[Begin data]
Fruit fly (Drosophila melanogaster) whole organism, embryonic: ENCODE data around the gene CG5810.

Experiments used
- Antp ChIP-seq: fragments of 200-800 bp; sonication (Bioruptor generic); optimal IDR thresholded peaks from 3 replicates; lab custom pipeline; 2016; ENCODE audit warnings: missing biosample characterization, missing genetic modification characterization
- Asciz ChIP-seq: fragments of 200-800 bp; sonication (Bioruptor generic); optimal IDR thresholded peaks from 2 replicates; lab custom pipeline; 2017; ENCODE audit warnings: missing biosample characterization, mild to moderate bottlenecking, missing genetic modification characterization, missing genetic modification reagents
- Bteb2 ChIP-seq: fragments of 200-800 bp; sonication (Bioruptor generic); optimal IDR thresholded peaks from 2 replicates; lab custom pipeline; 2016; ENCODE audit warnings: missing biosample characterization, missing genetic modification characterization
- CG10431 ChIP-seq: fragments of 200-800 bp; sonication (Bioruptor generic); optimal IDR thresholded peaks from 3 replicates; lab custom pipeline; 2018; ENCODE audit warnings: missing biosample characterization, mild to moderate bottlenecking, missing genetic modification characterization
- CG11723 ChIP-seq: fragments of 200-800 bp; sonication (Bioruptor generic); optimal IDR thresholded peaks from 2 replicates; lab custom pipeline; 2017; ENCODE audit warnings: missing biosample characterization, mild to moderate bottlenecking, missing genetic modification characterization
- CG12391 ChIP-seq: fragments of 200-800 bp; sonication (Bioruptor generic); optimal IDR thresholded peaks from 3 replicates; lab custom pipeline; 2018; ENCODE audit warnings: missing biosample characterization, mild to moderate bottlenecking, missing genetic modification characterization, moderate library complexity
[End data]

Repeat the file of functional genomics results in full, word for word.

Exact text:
Fruit fly (Drosophila melanogaster) whole organism, embryonic: ENCODE data around the gene CG5810.

Experiments used
- Antp ChIP-seq: fragments of 200-800 bp; sonication (Bioruptor generic); optimal IDR thresholded peaks from 3 replicates; lab custom pipeline; 2016; ENCODE audit warnings: missing biosample characterization, missing genetic modification characterization
- Asciz ChIP-seq: fragments of 200-800 bp; sonication (Bioruptor generic); optimal IDR thresholded peaks from 2 replicates; lab custom pipeline; 2017; ENCODE audit warnings: missing biosample characterization, mild to moderate bottlenecking, missing genetic modification characterization, missing genetic modification reagents
- Bteb2 ChIP-seq: fragments of 200-800 bp; sonication (Bioruptor generic); optimal IDR thresholded peaks from 2 replicates; lab custom pipeline; 2016; ENCODE audit warnings: missing biosample characterization, missing genetic modification characterization
- CG10431 ChIP-seq: fragments of 200-800 bp; sonication (Bioruptor generic); optimal IDR thresholded peaks from 3 replicates; lab custom pipeline; 2018; ENCODE audit warnings: missing biosample characterization, mild to moderate bottlenecking, missing genetic modification characterization
- CG11723 ChIP-seq: fragments of 200-800 bp; sonication (Bioruptor generic); optimal IDR thresholded peaks from 2 replicates; lab custom pipeline; 2017; ENCODE audit warnings: missing biosample characterization, mild to moderate bottlenecking, missing genetic modification characterization
- CG12391 ChIP-seq: fragments of 200-800 bp; sonication (Bioruptor generic); optimal IDR thresholded peaks from 3 replicates; lab custom pipeline; 2018; ENCODE audit warnings: missing biosample characterization, mild to moderate bottlenecking, missing genetic modification characterization, moderate library complexity